Step by step guide on how to repair air vents that stay in the defrost position.
This article pertains to vehicles using a vacuum operated heater/air conditioner
Difficulty Scale: 3 of 10
Tools and Supplies Needed
Protective eyewear and clothing
Before you begin, park the car on level ground, with the emergency brake set.
Step 1 - Some heater systems use a vacuum hose
that supplies the control valve on the dash with vacuum. This hose can break due
to the extreme heat of the engine compartment. Lift your hood and inspect the vacuum
hose or tube that leads from the engine intake manifold or vacuum supply manifold
to the passenger's side firewall. This hose or tube should be intact and in good
working order, if not, repair the hose or tube and recheck system. (After starting
the engine give the system a second to react as vacuum fills the system reservoir.)
Vacuum Tube and Control Servo
Step 2 - If you can hear vacuum escaping (hissing
sound) from near or around the dash while the engine is running, this means the
vacuum supply is escaping. This is a sealed system so if any leak is heard it must
be repaired before the system can hold vacuum and operate properly. Usually the
vacuum mode control (rotary) switch has failed and needs replacing which is located
just behind the temperature control panel.
Step 3 - If the vents move to the defrost position
when you are traveling up a hill or under heavy throttle the vacuum check valve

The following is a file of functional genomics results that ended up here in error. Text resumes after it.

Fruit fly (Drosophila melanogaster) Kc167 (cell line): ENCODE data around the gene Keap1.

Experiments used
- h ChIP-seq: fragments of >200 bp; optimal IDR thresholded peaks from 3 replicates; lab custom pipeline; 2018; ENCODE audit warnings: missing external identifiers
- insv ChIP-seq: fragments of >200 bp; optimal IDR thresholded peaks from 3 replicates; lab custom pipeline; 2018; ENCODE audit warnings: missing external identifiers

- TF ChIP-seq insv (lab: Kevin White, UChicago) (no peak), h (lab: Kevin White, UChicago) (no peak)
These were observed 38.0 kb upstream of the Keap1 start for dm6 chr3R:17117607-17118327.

has failed and needs replacement. This failed condition allows vacuum to travel
from the vent control system back into the engine. To check for this condition locate
the system check valve which is located under the hood and remove it. Once the valve
has been removed try to blowing through it in both directions. You should be able
to only blow through it in one direction, if air flows in both directions the valve
has failed and needs replacement.
Engine vacuum is used to control the vent position in some vehicles. A simple
control valve and vacuum storage tank is used to operate vacuum controlled servos.
These servos move various air blend doors inside the air management housing or plenum.
Servos are connected to a vacuum source by vacuum hose and utilize a return spring
that forces the servo to return when vacuum is not applied. The main engine vacuum
is supplied to the control valve on or near the dash. A vacuum check valve is used
to stop the flow of vacuum from returning to the engine during low vacuum conditions
for example: engine under heavy load like driving up a steep grade. When the engine
vacuum supply is lost, the vent control system defaults to the "defrost mode" as
a safety precaution. We have listed the most common reasons for this condition below.
Avoid using tape or glue to repair a vacuum line
Written by Ken Lavacot Co-Founder and CEO of 2CarPros.com 35 years in the automotive repair field, ASE Master Technician, Advanced Electrical and Mechanical Theory.
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Article first published 2009-08-05 (Updated 2014-12-31)